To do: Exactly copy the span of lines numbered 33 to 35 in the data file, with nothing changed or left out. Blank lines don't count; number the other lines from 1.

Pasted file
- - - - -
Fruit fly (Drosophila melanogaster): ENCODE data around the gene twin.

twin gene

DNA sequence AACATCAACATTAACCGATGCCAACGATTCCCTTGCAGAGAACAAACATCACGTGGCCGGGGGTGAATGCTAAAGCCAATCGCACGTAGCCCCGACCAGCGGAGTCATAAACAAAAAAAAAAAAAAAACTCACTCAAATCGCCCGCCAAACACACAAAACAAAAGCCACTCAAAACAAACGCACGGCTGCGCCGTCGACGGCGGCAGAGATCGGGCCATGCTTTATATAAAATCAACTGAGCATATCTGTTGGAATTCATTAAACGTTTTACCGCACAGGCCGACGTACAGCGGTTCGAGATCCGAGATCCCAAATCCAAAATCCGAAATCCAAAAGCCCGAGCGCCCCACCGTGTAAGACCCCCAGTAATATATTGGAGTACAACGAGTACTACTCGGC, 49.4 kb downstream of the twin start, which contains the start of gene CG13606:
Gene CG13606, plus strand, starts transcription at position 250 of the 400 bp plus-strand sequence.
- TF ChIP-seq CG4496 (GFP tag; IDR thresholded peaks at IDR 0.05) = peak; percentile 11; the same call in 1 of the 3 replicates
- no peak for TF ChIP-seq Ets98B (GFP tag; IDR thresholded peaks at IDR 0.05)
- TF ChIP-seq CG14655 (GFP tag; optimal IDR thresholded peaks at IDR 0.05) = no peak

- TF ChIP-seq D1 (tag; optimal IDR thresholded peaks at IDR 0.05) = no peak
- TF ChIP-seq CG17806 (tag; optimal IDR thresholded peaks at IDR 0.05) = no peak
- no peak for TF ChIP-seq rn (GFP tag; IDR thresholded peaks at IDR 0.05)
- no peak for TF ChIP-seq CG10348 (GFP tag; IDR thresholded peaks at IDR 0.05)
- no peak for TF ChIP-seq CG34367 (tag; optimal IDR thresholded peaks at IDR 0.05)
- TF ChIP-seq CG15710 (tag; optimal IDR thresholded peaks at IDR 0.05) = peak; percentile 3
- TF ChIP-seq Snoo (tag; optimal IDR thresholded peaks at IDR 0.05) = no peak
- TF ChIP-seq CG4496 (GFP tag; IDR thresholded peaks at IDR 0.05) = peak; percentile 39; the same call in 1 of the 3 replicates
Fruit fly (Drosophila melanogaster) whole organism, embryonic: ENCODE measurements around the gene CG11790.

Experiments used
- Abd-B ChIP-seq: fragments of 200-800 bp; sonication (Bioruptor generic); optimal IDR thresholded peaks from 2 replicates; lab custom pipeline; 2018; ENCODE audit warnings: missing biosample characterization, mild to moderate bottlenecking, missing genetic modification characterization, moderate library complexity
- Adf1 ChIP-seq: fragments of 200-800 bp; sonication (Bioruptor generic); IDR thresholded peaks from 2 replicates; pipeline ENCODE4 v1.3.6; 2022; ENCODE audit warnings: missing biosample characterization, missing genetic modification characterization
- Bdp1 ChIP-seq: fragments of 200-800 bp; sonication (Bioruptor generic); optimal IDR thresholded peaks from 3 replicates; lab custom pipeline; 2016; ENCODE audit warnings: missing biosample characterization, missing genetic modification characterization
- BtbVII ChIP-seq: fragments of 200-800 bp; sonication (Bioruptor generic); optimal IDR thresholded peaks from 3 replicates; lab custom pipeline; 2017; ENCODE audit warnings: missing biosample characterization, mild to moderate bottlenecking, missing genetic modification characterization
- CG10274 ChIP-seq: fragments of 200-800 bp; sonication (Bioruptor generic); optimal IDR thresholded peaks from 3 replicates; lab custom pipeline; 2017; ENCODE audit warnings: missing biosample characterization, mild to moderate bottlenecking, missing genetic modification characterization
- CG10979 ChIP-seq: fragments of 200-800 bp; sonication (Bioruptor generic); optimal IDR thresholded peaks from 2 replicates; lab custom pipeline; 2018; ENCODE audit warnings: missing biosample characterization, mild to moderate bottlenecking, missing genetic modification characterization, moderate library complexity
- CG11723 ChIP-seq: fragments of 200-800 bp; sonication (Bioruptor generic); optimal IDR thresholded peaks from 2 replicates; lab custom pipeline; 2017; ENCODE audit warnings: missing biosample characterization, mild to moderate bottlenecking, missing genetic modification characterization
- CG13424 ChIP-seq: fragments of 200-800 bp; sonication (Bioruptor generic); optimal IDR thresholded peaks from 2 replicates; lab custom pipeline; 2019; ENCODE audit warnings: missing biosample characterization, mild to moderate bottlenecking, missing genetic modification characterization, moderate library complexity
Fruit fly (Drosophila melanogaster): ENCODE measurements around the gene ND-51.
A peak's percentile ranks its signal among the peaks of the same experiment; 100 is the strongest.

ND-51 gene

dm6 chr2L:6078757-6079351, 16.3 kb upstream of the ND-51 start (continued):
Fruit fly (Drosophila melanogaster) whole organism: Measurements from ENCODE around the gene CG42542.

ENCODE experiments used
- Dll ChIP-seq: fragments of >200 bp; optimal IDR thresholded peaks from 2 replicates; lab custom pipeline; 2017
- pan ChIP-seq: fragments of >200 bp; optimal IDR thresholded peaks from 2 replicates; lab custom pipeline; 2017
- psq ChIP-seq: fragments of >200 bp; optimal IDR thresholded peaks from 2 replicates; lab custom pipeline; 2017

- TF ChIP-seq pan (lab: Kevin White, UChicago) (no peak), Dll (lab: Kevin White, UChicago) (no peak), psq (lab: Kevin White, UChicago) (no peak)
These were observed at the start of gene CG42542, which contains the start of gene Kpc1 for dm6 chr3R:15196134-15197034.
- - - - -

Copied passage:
- pan ChIP-seq: fragments of >200 bp; optimal IDR thresholded peaks from 2 replicates; lab custom pipeline; 2017
- psq ChIP-seq: fragments of >200 bp; optimal IDR thresholded peaks from 2 replicates; lab custom pipeline; 2017

- TF ChIP-seq pan (lab: Kevin White, UChicago) (no peak), Dll (lab: Kevin White, UChicago) (no peak), psq (lab: Kevin White, UChicago) (no peak)